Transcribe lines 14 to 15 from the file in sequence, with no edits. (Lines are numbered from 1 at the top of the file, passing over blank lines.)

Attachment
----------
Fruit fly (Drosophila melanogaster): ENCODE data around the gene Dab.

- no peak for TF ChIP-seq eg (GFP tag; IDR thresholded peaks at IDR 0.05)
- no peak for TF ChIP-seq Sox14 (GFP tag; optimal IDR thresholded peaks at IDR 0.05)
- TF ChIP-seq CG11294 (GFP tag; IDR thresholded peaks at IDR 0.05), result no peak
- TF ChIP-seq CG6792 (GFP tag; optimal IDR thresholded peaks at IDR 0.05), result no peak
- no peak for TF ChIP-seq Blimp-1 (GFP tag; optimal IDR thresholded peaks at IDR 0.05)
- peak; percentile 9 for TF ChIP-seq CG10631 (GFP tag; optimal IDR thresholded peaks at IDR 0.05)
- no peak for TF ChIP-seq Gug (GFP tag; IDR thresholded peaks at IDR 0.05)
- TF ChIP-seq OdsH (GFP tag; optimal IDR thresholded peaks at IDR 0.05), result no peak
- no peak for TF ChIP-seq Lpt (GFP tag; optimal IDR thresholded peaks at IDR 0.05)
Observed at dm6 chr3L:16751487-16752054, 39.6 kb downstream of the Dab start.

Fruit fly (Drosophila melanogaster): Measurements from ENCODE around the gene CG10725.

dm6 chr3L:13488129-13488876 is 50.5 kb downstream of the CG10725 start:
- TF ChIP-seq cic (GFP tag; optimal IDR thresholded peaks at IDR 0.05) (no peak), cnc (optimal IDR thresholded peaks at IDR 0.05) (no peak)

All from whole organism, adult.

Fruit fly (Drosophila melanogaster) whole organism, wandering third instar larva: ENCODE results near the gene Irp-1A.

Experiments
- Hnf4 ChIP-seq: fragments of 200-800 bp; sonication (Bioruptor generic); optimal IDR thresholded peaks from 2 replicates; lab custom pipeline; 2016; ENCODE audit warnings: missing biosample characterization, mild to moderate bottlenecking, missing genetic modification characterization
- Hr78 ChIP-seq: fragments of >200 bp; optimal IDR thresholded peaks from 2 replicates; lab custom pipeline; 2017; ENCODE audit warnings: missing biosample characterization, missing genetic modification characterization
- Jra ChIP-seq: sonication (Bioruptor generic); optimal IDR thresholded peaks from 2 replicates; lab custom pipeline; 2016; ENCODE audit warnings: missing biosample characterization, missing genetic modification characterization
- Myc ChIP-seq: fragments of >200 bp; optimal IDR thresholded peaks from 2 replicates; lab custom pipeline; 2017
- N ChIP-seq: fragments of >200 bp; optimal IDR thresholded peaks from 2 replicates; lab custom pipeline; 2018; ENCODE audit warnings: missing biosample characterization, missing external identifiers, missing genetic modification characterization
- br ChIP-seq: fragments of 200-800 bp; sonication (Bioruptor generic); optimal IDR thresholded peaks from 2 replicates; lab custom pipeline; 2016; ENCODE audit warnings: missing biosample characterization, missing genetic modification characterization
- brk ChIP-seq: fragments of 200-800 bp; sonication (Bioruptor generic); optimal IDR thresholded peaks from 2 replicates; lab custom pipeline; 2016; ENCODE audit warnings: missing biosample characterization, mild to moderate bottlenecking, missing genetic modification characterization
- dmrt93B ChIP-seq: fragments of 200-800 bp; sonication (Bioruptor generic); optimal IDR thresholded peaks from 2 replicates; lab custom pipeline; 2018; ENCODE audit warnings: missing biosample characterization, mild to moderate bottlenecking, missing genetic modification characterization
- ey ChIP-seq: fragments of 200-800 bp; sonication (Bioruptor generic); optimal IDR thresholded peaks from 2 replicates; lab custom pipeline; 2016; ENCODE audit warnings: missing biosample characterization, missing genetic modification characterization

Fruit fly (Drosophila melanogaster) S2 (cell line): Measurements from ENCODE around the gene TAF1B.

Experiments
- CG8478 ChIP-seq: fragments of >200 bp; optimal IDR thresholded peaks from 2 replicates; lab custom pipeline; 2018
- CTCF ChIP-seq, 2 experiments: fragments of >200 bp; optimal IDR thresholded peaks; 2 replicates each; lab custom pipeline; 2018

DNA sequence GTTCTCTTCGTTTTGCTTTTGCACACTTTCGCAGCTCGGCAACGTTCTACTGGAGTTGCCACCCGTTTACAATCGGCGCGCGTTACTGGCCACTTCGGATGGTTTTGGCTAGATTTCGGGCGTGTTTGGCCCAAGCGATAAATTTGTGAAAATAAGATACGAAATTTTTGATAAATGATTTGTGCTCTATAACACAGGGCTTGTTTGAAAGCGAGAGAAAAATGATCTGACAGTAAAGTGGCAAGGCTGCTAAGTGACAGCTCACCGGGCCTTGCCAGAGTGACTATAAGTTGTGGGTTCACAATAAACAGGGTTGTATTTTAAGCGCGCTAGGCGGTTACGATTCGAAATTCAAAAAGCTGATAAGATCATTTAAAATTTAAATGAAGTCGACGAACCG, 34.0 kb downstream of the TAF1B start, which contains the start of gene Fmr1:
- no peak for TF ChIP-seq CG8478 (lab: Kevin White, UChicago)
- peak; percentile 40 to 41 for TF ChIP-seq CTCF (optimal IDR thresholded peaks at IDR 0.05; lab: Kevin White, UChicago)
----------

- TF ChIP-seq cic (GFP tag; optimal IDR thresholded peaks at IDR 0.05) (no peak), cnc (optimal IDR thresholded peaks at IDR 0.05) (no peak)

All from whole organism, adult.